Year over year 2012’s Consumer Price Index ended at 2.3% according to our friends at Stats Canada. The drop from last month’s 2.9% is being attributed to gas prices moderating (i.e. not increasing as fast, and in some instances almost dropping a smidge), and car prices dropping a little.
This is not to say that Gas prices are really dropping, but that the increase compared to last year at this time doesn’t seem quite as bad. The actual rise of gas prices year over year was about 7.6% as compared to last month where the year over year where gas was effectively up 13.5%, so it looks like the gas price increase is declining (but not the price really).
Other words from Stat Canada:
Consumers paid 4.4% more for food in the 12 months to December, following a 4.8% increase the month before. The year-over-year change for food purchased from stores eased in December to a 5.0% gain from 5.7% in November.
Bouncy, bouncy graph
Even though the CPI is moderating the bad news is that prices are up in every major category on the Index. Everything ends up costing more year over year, is never a good thing to read.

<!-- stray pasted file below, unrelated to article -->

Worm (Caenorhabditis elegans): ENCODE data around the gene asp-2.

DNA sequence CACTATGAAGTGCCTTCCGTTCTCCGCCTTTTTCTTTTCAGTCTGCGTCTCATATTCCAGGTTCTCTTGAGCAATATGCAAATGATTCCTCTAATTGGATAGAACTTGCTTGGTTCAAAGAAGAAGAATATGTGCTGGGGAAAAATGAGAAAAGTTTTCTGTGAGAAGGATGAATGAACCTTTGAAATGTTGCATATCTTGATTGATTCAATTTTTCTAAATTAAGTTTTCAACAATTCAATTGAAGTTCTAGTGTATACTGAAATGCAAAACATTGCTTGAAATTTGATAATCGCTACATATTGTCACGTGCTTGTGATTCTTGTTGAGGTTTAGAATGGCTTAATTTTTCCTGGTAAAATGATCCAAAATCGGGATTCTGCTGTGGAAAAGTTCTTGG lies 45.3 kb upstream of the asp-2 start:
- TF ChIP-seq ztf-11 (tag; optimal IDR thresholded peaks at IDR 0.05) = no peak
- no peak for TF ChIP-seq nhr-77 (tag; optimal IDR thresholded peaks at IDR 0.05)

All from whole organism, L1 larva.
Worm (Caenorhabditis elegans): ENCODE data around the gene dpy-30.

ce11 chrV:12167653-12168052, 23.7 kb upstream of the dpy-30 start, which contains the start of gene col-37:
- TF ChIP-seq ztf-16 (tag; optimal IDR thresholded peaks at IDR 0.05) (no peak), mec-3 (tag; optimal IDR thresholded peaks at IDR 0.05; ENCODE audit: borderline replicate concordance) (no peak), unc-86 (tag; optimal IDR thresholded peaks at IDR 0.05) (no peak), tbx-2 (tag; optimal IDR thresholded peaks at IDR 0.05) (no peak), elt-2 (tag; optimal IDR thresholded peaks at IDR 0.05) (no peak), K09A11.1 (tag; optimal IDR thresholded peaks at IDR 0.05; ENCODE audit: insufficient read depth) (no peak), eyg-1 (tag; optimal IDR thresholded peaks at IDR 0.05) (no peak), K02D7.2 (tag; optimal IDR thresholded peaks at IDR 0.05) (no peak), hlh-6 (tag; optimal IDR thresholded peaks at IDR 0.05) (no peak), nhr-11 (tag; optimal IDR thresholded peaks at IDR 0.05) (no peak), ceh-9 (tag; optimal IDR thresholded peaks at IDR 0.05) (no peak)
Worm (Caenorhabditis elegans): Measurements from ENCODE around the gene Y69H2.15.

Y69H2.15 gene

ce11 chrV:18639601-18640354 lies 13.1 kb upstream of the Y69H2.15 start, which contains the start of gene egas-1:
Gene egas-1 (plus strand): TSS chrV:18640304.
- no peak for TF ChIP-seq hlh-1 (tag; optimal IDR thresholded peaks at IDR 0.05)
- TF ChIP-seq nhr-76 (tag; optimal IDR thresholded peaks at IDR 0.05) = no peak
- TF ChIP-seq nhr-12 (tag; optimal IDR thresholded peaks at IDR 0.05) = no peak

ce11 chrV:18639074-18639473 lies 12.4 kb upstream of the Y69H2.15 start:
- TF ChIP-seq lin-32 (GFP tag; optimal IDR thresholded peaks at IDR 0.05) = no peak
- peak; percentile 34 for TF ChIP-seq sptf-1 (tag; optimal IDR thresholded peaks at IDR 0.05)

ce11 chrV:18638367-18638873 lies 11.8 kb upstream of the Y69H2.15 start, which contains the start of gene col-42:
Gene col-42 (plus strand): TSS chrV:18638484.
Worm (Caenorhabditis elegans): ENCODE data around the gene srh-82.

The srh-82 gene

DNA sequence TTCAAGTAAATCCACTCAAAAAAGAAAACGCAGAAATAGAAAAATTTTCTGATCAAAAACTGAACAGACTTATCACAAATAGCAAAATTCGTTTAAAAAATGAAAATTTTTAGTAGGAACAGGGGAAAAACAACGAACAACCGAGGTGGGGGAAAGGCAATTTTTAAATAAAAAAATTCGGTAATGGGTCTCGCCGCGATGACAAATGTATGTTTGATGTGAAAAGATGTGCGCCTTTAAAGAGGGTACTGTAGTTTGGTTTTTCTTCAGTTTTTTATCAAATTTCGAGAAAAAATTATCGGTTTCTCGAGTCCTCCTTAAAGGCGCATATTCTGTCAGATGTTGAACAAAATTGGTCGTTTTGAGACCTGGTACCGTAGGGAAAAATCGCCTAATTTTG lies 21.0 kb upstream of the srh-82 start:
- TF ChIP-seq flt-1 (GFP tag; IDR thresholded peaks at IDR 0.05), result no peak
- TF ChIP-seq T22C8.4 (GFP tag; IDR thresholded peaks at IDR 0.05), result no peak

Since 2002, you can see how inflation has chewed away the actual value of a Canadian Dollar, and this period has been low, what happens if inflation suddenly heats up?
Bank of Canada’ Core Index
What the Bank of Canada thinks the inflation rate runs at is even more important, because they are the only one who has a brake for the economy (i.e. Money supply rules and Interest Rates), and luckily they think it is actually a little lower than their target which is around 2.0%, using their index. This means interest rates won’t jump due to inflation for this month.
The Bank of Canada’s core index rose 1.9% in the 12 months to December, after increasing 2.1% in November. Increases were recorded for food purchased from restaurants and passenger vehicle insurance premiums, while prices for the purchase of passenger vehicles declined.
The seasonally adjusted monthly core index posted no change in December.
The BIG Table
Where were the biggest jumps in the CPI? Always check out the Stats Canada web pages for more details, but I always love publishing one of their BIG tables too.
Table 1 Consumer Price Index and major components, Canada – Not seasonally adjusted
|Relative importance¹||Dec 2010||Nov 2011||Dec 2011||Nov to Dec 2011||Dec 2010 to Dec 2011|
|All-items Consumer Price Index (CPI)||100.00²||117.5||120.9||120.2||-0.6||2.3|
|Household operations, furnishings and equipment||11.55||109.3||112.1||111.8||-0.3||2.3|
|Clothing and footwear||5.31||88.8||93.1||89.1||-4.3||0.3|
|Health and personal care||4.95||115.8||117.9||118.1||0.2||2.0|
|Recreation, education and reading||11.20||103.9||104.8||104.1||-0.7||0.2|
|Alcoholic beverages and tobacco products||2.91||134.6||135.8||135.8||0.0||0.9|
|All-items CPI excluding energy||89.92||115.4||118.2||117.5||-0.6||1.8|
|All-items CPI excluding food and energy||73.93||113.5||115.7||115.0||-0.6||1.3|